A not-so-public public “shared” bike that has been so conveniently “claimed” by someone who feels that he/she is more entitled to use public property than everyone else…

Blocking the road with a public bike. One advantage of bike-sharing is that you could literally leave the bike anywhere you want but…could you at least park it in an area that DOES NOT BLOCK THE BIKE LANE OR CAUSE TROUBLE FOR OTHER PEOPLE. Ugh. Writing this post makes me so frustrated and I’m going to have a heart attack soon…

Internal organ damage. SPEAKING OF HEART ATTACKS, some bus drivers take aggressive driving to the next level. I applaud them for making a bus ride on a normal, flat road feel like a rollercoaster ride. Granted, the roads may not be in the best of conditions, but that still doesn’t explain how incredibly shaky and bumpy the ride gets sometimes. I wouldn’t be surprised if I get internal hemorrhage one of these days. Oh, and it seems like some drivers are always in a rush. Not only do they constantly sound the honk, but one tried to close the door BEFORE I even finish getting off the bus. There was one instance where my foot was still on the step and the door closed behind me and the bus started moving…eh?????

Honking for the sake of honking. On the subject of honking, I wrote previously that I appreciate gentle reminders in the form of a short honk, but some drivers find joy in infiltrating the city with noise pollution by honking every two seconds. Does it sound like music to your ears? Do you think that the person in front of you who is in the same traffic jam as you are, would be able to move one inch because you are abusing the honk? Maybe it is therapeutic, I don’t know. Do as you wish, I guess, but the amount of noise does make an already distracting environment much more dislikeable…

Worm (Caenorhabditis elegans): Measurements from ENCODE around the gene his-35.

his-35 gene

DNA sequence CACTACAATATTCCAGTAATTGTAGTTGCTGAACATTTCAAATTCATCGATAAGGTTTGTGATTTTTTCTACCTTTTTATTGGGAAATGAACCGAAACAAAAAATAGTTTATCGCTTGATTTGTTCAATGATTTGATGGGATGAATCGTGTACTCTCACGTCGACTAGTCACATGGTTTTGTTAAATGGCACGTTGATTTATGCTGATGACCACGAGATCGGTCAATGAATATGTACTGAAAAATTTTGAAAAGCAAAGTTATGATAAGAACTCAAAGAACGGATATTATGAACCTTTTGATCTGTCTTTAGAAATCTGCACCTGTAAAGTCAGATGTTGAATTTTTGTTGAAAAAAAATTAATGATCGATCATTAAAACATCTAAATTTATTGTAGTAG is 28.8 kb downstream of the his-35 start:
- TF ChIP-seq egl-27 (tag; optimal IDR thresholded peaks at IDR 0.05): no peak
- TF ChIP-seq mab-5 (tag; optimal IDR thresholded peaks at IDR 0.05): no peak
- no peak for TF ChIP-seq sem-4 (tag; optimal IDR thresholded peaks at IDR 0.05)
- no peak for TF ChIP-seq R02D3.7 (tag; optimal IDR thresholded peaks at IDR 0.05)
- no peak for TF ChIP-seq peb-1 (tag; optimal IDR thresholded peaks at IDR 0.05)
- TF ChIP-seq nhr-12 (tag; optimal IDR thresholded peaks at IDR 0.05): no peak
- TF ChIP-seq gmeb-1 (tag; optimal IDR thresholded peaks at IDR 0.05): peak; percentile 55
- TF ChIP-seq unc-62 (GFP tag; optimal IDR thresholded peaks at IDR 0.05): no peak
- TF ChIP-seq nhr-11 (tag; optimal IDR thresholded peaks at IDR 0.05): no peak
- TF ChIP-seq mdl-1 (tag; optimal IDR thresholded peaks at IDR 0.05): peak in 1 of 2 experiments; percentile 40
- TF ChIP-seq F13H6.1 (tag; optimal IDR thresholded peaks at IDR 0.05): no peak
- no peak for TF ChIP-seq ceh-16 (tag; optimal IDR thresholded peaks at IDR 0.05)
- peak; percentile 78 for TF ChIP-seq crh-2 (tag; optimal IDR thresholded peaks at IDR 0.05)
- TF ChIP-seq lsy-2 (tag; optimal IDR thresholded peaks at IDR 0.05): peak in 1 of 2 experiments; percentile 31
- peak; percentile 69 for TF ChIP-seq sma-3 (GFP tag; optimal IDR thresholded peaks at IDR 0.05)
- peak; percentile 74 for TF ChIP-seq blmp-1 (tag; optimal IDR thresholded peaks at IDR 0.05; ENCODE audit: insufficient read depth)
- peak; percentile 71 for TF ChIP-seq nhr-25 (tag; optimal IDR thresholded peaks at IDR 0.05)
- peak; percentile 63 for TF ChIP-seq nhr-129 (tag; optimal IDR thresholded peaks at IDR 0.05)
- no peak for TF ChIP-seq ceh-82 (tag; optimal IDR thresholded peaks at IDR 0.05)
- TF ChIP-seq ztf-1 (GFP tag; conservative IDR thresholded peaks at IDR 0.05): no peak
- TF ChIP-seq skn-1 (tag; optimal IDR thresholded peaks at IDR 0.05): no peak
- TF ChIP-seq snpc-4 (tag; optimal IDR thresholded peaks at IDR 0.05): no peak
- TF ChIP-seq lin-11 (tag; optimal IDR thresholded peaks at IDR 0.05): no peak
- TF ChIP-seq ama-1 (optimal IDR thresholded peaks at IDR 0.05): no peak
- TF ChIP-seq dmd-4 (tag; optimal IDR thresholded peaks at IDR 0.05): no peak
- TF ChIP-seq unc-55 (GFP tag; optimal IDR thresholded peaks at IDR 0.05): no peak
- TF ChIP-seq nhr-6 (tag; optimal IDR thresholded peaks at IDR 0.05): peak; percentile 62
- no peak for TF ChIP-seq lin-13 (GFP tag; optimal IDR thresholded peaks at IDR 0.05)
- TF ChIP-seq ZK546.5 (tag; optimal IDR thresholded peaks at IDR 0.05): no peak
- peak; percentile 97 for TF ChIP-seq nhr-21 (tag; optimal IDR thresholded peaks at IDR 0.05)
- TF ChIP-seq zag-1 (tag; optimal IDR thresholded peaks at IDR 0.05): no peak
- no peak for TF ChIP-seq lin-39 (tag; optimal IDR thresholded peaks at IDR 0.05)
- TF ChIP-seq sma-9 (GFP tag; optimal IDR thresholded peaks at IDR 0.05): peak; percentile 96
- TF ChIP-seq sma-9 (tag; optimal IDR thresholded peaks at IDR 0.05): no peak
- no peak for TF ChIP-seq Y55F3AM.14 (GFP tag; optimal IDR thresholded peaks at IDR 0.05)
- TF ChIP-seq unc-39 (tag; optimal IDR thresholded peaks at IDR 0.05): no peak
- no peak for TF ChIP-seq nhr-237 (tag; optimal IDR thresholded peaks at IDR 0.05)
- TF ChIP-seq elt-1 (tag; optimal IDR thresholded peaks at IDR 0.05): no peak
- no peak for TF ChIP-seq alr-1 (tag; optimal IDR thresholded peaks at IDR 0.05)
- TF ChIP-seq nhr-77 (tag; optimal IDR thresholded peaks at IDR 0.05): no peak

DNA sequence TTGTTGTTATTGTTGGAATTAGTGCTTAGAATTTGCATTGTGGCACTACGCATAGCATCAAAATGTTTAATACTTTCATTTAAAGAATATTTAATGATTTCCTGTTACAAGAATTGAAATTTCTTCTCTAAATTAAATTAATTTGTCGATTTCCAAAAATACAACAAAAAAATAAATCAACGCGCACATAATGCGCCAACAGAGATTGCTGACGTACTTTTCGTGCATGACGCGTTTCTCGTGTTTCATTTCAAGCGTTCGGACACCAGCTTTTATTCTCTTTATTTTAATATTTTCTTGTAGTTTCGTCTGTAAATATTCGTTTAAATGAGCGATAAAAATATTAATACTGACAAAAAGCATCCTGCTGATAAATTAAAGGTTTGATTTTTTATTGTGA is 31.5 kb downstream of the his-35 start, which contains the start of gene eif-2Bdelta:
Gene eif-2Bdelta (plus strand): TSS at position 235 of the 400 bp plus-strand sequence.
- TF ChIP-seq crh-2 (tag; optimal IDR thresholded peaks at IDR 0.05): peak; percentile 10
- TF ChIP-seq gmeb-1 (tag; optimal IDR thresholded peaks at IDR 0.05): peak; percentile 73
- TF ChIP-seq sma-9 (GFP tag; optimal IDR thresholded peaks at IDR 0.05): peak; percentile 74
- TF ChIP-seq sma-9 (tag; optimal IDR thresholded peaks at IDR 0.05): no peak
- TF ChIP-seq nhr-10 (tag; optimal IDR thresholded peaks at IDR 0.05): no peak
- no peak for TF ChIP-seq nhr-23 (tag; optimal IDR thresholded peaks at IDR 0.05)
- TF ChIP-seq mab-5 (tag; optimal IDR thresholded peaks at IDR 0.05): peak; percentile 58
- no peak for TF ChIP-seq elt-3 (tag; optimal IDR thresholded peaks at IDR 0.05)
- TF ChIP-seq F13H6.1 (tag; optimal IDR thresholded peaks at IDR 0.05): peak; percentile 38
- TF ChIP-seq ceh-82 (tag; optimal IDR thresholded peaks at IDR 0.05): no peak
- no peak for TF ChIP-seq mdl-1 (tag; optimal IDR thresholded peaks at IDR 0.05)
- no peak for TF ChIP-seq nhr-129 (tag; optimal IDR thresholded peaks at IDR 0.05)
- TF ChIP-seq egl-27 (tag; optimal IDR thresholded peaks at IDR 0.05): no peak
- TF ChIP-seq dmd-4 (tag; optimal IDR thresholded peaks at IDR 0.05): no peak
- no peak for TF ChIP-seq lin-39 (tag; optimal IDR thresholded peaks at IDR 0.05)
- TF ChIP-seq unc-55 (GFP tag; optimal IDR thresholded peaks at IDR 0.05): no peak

General disregard for safety: NOT UNDERSTANDING THE PURPOSE OF HAVING EYES. This one isn’t specifically related to public transit, per se. One would think that before a pedestrian crosses the street, he would look both ways to make sure that no vehicle is coming his way. WRONG. More than a dozen times my boyfriend and I, while riding the motor bike, have encountered people glued to their phones while walking OR WHILE RIDING A BIKE. I think you could imagine how frustrating it is when they suddenly appear in front of us with no warning, because their eyes weren’t on the road or they just assume that the busy road belongs entirely to them. And this is how people DIE on the road through no one’s fault but their own, yet they still find it more important to reply to a message or play a game. People. Make life easier for the rest of us (and potentially yourself) by putting away your phone for one damn second while you’re on the road, PLEASE.

Some other unpleasant behaviours that reflect general disregard for the comfort/convenience of fellow passengers on trains and buses include playing music/movies/games at max volume without headphones and blocking the bus or train aisle with bags that could be put on your lap. I realize that this is the way that things have been, are, and probably will be (for some more years to come) here in China (at least in Wuhan) and in no way am I saying that people should change to accommodate me. In fact, I being the one integrating into a new environment should be the one to adapt. However, I think I still have the right to express frustration, so don’t flame me for venting. At the end of the day, you still do what you gotta do and catch that early bus 913 to get to work. Run, bus, run…just don’t hit the motorbike that’s 1 cm away from you!!

2 responses to “Living in Wuhan – Really annoying public transit behaviours

  1. hcyip November 19, 2018 at 05:58

    A lot of very inconsiderate behavior here. Seems like China hasn’t changed much from when I left in 2015.